“The Multi-Dimensional Jew” is a work by Jerusalem-based artist David Moss. It exists in three forms: a fine art, two-dimensional print, (See: 2D) which is a representation of a three-dimensional model, (See: 3D Model) and an interactive garden (See: The Garden Visualization).
The work is based on six fundamental questions. The model includes six sections with each section devoted to one question, which appears in yellow. Various labels note the broader categories for that section and, on small white labels, are the individual values or concepts for that section. Each of these individual Jewish values (prayer, hesed, community, the image of God) can become a subject or content of one ‘pavilion’ in the Garden. (See: Garden Models, Birds Eye View of The Garden and The Garden Visualization) Moss’s goal was to provide specific examples of how he would translate each nugget of Jewish values into a stimulating, aesthetic, experiential encounter.
“The Garden of Jewish Exploration” by will be an interactive garden where our fundamental values are conveyed through art, architecture, sculpture, landscaping, music, drama and other media and art-forms.
A visitor will begin in a small orientation center. There, the visitor will be introduced to the sculptural model (See: 3D Model and 3D Model Details) of the Multidimension Jew and its six fundamental questions to learn how The Garden is structured and what can be visited.
The orientation center will be an architectural iteration of the 3-d model where visitors can view more closely details about the values are conveyed in the areas devoted to each of the six questions. Visitors can then wander out into the garden itself (See: Birds Eye View of the Garden) having decided, for instance, to explore the section of “What is deep inside me?” or “Whom do I face?”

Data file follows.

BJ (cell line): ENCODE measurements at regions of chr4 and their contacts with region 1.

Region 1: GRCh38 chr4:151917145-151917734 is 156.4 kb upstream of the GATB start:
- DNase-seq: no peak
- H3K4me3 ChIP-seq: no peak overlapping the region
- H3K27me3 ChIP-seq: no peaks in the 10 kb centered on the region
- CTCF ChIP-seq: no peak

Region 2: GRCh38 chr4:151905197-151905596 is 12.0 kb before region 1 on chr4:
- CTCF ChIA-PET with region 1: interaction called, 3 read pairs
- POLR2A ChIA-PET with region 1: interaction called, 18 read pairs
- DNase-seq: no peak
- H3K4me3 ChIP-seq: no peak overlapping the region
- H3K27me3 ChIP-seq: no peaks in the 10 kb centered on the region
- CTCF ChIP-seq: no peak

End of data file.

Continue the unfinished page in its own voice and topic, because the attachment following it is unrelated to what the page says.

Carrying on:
Within each section of the garden will be a number of pavilions/sculptures/places of encounter for the values of that section. (See: Garden Models, Birds Eye View of The Garden and The Garden Visualization). In “What is above me?” for instance, one will enter the intimate world of Jewish prayer. In “What is deep inside me?” there will be an architectural maze called, “The Chambers of the Soul.” The section “Whom do I face?” will house a structure that conveys the unique beauty of Jewish community, another pavilion that vividly concretizes real-life Jewish hesed in action, and another that allows visitors to immerse themselves in Jewish thought on a variety of one-to-one relationships: parent/child, wife/husband, teacher/student, doctor/patient, buyer/seller, business partners and so forth.